Citizen scientists assemble! NASA’s OSIRIS-REx mission to the asteroid Bennu needs extra pairs of eyes to help choose its sample collection site on the asteroid – and to help identify other scientifically interesting features.
The OSIRIS-REx spacecraft has been at Bennu since Dec. 3, 2018, mapping the asteroid in detail, while the mission team searches for a sample collection site that is safe, conducive to sample collection and worthy of closer study. One of the biggest challenges of this effort is that Bennu has an extremely rocky surface and each boulder presents a danger to the spacecraft’s safety. To expedite the sample selection process, the team welcomes citizen scientist volunteers to develop a hazard map by counting boulders.
“For the safety of the spacecraft, the mission team needs a comprehensive catalog of all the boulders near the potential sample collection sites, and I invite members of the public to assist the OSIRIS-REx mission team in accomplishing this essential task,” said Dante Lauretta, OSIRIS-REx principal investigator at the University of Arizona, Tucson
For this effort, NASA is partnering with CosmoQuest, a project run out of the Planetary Science Institute that supports citizen science initiatives. Volunteers will perform the same tasks that planetary scientists do – measuring Bennu’s boulders and mapping its rocks and craters – through the use of a simple web interface. They will also mark other scientifically interesting features on the asteroid for further investigation.
“Volunteers for this project will be part of finding the rocks scientists will bring home to Earth,” said Pamela L. Gay, CosmoQuest director and senior scientist. “We look forward to celebrating all the citizen scientists who will help make this mission a success.”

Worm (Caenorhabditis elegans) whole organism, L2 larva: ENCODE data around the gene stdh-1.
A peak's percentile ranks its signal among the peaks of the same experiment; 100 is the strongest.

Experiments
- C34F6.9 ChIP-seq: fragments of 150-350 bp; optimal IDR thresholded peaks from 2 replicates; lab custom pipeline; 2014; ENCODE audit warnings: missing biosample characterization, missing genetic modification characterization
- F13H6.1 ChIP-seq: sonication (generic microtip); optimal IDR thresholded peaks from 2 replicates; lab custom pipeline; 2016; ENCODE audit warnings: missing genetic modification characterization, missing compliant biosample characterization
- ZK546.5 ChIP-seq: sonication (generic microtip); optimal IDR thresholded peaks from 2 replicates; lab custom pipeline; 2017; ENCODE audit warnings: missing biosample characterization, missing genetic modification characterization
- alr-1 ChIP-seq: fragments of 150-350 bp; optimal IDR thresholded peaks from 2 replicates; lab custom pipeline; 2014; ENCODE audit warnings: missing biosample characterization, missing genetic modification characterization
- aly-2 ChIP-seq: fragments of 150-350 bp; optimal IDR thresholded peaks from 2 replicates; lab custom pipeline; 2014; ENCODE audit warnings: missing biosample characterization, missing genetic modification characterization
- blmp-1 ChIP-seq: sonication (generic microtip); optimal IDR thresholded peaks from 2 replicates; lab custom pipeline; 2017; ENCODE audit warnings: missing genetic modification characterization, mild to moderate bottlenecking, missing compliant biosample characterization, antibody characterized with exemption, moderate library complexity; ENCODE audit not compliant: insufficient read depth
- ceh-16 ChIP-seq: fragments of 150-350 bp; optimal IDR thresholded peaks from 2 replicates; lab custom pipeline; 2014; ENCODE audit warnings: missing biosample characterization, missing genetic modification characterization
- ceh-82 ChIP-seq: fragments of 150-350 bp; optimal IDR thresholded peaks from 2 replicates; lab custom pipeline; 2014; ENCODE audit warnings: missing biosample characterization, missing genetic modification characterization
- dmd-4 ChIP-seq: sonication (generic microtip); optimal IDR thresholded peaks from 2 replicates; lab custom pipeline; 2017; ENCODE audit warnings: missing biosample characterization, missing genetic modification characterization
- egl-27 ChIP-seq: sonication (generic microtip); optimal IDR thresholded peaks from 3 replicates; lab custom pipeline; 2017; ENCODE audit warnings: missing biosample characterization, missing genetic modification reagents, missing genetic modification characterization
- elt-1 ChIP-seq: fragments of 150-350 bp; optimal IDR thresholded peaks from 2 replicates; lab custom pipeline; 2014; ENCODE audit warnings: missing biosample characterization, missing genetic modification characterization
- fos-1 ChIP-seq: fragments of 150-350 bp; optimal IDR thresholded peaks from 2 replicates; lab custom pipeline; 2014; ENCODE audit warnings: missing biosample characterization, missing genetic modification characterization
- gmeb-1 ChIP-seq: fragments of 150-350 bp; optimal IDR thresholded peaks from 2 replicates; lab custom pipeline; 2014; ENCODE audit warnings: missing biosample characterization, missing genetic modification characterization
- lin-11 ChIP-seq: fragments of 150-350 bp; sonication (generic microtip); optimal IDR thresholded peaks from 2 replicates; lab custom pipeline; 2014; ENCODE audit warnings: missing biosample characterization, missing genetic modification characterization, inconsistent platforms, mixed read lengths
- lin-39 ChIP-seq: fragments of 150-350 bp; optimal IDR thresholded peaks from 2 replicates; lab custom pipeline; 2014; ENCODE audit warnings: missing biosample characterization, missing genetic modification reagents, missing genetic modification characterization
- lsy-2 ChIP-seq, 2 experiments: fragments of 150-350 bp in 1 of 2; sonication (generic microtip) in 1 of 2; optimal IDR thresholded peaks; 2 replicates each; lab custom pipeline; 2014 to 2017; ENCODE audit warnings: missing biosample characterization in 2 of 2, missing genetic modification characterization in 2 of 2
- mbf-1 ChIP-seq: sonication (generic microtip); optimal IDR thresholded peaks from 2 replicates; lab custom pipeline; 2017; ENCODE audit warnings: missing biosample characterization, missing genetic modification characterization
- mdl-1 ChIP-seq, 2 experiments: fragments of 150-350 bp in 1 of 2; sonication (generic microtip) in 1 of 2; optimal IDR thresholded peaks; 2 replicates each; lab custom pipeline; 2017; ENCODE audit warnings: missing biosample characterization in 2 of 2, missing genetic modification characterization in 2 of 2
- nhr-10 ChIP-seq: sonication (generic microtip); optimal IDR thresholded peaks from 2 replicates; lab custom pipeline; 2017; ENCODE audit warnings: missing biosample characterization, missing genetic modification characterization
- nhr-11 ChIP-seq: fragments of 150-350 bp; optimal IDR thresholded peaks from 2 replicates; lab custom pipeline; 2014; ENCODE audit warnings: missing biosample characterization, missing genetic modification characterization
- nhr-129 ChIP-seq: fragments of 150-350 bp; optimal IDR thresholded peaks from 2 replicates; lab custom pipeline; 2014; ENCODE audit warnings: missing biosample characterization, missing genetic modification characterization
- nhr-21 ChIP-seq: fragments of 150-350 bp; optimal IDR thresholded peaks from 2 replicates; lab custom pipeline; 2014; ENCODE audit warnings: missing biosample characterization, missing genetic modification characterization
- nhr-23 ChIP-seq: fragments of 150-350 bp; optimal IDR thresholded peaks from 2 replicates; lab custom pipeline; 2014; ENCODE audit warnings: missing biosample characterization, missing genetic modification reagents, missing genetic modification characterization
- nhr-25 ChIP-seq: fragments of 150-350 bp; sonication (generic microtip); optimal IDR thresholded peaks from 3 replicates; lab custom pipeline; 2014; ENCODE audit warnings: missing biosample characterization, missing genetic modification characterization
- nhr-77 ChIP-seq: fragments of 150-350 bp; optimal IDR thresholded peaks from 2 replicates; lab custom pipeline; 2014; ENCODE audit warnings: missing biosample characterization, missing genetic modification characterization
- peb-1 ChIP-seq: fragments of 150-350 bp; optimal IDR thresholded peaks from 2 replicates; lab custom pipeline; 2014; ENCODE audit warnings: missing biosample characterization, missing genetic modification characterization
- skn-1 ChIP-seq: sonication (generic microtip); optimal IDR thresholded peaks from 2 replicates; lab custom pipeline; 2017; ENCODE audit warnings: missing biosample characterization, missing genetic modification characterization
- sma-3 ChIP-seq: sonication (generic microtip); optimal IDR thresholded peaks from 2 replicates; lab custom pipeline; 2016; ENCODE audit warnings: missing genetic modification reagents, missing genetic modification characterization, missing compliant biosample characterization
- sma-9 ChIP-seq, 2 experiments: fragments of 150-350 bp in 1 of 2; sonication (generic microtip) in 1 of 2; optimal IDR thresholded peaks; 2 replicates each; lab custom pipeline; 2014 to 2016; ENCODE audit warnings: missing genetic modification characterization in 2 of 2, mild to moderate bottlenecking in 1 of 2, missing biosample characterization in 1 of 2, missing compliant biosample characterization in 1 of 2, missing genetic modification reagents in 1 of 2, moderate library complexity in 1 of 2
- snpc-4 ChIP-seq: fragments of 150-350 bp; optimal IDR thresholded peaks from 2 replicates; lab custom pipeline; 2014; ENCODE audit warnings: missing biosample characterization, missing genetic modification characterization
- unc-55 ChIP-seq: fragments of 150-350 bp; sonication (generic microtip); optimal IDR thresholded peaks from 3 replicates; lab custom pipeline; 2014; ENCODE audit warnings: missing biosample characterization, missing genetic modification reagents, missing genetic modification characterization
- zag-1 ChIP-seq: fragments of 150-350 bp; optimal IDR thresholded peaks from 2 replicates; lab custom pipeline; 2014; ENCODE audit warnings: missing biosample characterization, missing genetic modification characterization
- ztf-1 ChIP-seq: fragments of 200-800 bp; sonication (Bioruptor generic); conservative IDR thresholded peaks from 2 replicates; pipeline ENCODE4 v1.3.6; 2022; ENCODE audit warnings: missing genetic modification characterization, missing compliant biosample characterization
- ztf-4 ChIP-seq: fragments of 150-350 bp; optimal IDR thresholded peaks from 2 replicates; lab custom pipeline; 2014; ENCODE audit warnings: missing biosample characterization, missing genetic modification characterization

The boulder mapping work involves a high degree of precision, but it is not difficult. The CosmoQuest mapping app requires a computer with a larger screen and a mouse or trackpad capable of making precise marks. To help volunteers get started, the CosmoQuest team provides an interactive tutorial, as well as additional user assistance through a Discord community and livestreaming sessions on Twitch. To volunteer as a Bennu mapper, visit Bennu.cosmoquest.org.
Sample return isn’t new for NASA – this year, the agency is celebrating the 50th anniversary of the Apollo missions to the Moon, which allowed astronauts to bring back 382 kilograms (842 pounds) of rocks and lunar soil. Those samples helped scientists discover that the Moon has water locked in its rocks and even permanently frozen in craters. These findings and others inspired the agency to return to create the Artemis program to return humans to the Moon in 2024 and start preparing for human exploration on Mars.
“The OSIRIS-REx mission will continue the Apollo legacy by giving scientists with precious samples of an asteroid,” said Lori Glaze, director of the Planetary Science Division at NASA Headquarters in Washington. “These samples will help scientists discover the secrets of planetary formation and the origins of our planet Earth.”
The Bennu mapping campaign continues through July x, when the mission begins the sample site selection process. Once primary and secondary sites are selected, the spacecraft will begin closer reconnaissance to map the two sites to sub-centimeter resolution. The mission’s Touch-and-Go (TAG) sampling maneuver is scheduled for July 2020, and the spacecraft will return to Earth with its cargo in September 2023. Goddard provides overall mission management, systems engineering, and the safety and mission assurance for OSIRIS-REx. Dante Lauretta of the University of Arizona, Tucson, is the principal investigator, and the University of Arizona also leads the science team and the mission’s science observation planning and data processing. Lockheed Martin Space in Denver built the spacecraft and is providing flight operations. Goddard and KinetX Aerospace are responsible for navigating the OSIRIS-REx spacecraft. OSIRIS-REx is the third mission in NASA’s New Frontiers Program, which is managed by NASA’s Marshall Space Flight Center in Huntsville, Alabama, for the agency’s Science Mission Directorate in Washington.
Official Press Release on NASA site –